Investor Defence In A Pandemic Battle: Preserving The Thin Red Bottom Line

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Can landlords and tenants bridge the arrears gap without evictions?

In the arena of housing, the pandemic has in spectacular fashion pitted two classes of people against each other: Shelterers, and Investors.

Who comes out on top? Employing the classic logic of the modern world, we know that on one hand “Shelterers gotta shelter.” And on the other hand, “Investors gotta invest.”

Even the shallowest evaluation of these two world mega-classes reveal some uncomfortable truths. First, the shelterer class includes everybody on earth. This is, to put it mildly, big.

The investor class, however, is comparatively tiny. That’s the case even when it is puffed out by those special kinds of people who have been designated as such by the crowning wisdom of the US Supreme Court — corporations.

This is hardly a fair fight. Sheer numbers would predict a decisive win for Shelterers, but since the days of Kings (Investor class) and Serfs (Shelterer class) those Investors who would invest in land and housing (rather than just live in or on it) have had an outsize thumb upon the scales of justice in the form of traditions, laws and other assorted political imperatives such as spears and battleaxes.

The fallout from the present-day COVID-19 battle can be measured in evictions and homelessness on one hand, and individual and corporate investment failure and bankruptcies on the other.

But just when those twin pathways threatening doom are stark and clear, aberrant behaviour pops a head above the battleground trenches, confusing the heck out of everything.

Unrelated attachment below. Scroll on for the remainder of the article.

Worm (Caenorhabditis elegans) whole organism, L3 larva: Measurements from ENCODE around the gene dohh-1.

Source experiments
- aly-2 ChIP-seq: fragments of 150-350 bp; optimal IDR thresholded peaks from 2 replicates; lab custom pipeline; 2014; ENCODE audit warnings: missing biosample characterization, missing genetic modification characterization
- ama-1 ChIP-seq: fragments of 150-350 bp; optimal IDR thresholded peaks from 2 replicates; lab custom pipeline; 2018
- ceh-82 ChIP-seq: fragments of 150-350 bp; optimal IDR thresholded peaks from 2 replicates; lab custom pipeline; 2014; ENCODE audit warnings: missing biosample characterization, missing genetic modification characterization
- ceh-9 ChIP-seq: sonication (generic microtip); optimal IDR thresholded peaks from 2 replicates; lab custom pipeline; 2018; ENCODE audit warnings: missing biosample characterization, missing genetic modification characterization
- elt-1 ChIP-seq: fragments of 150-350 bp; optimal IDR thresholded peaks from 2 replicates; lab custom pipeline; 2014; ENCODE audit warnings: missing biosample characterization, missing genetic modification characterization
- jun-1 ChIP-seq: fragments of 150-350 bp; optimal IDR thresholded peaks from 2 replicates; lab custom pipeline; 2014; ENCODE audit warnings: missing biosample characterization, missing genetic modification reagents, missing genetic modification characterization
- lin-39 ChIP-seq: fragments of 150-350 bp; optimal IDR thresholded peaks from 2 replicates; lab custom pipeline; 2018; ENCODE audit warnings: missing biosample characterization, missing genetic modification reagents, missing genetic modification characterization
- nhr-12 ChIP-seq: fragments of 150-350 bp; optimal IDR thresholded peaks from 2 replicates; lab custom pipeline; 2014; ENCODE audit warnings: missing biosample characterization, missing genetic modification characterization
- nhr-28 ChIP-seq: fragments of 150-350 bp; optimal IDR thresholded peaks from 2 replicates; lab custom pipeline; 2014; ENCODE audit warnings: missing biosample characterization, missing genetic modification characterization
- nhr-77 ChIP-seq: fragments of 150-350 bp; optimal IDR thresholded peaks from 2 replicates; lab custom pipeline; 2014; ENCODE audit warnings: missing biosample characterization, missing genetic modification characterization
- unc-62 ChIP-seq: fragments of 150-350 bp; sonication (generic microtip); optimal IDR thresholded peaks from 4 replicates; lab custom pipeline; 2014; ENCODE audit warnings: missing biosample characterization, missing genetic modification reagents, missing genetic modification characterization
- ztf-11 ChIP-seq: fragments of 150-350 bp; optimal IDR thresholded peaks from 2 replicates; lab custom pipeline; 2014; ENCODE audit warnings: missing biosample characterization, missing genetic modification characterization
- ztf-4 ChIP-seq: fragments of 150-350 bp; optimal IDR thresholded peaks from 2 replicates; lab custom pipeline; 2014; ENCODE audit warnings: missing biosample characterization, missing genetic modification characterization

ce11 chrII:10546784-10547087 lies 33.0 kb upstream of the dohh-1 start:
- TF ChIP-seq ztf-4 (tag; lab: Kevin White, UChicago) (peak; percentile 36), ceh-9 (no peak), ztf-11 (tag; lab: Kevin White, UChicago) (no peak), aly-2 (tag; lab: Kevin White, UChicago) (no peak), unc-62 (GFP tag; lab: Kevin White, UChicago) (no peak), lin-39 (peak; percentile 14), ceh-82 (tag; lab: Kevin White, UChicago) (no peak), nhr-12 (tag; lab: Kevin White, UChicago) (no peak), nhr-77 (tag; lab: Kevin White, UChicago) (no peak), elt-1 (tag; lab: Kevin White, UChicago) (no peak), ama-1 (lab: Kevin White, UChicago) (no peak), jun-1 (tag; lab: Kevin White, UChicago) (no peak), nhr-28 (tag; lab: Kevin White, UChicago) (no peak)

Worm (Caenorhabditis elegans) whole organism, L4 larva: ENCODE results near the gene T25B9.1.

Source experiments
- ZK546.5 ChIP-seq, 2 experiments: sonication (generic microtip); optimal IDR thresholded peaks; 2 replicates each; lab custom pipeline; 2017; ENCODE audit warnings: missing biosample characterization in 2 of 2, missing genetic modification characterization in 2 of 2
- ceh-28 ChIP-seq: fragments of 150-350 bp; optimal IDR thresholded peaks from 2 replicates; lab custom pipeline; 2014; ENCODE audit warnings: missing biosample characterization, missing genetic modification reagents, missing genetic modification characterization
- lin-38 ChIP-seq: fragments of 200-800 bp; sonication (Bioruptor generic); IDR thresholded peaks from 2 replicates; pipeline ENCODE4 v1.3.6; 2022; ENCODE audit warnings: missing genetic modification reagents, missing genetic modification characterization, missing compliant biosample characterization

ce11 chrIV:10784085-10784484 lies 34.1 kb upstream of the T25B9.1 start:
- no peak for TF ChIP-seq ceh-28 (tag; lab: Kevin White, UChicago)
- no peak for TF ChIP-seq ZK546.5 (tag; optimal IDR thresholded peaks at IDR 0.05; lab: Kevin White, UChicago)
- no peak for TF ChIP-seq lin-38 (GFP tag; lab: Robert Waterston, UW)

Did, you know, for example, that from a contrarian viewpoint, Investors don’t just gotta invest? Here’s an example straight from the horse’s mouth. Read more in the Toronto Star:1 ‘It’s not all about the bottom line, all of the time’: As many in Ontario struggle to make rent under COVID-19, one landlord is actually offering its tenants relief

Then there is also the “let’s see how we can work together on this” approach, which aims to be a bridge between the contrarians. One example is a landlord tenant mediation program offered by the City of Philadelphia. A pilot study showed positive results and the permanent program launched in August 2020. The mediators work with the landlords and tenants to avoid evictions, primarily through agreements to pay off rental arrears.

The City of Philadelphia is also planning to launch a COVID-19 emergency rental assistance program, which will pay outstanding arrears. You can read more about these initiatives to work together at reasons to be cheerful: Instead of Eviction, Landlords and Tenants Talk It Out

Footnotes

  1. The Toronto Star is paywalled but allows a small number of free reads monthly. If you are not a subscriber, you may need to wait some weeks before discovering that according to some investors, leaving tenants unsupported while moving rapidly to evictions is by no means cost effective.

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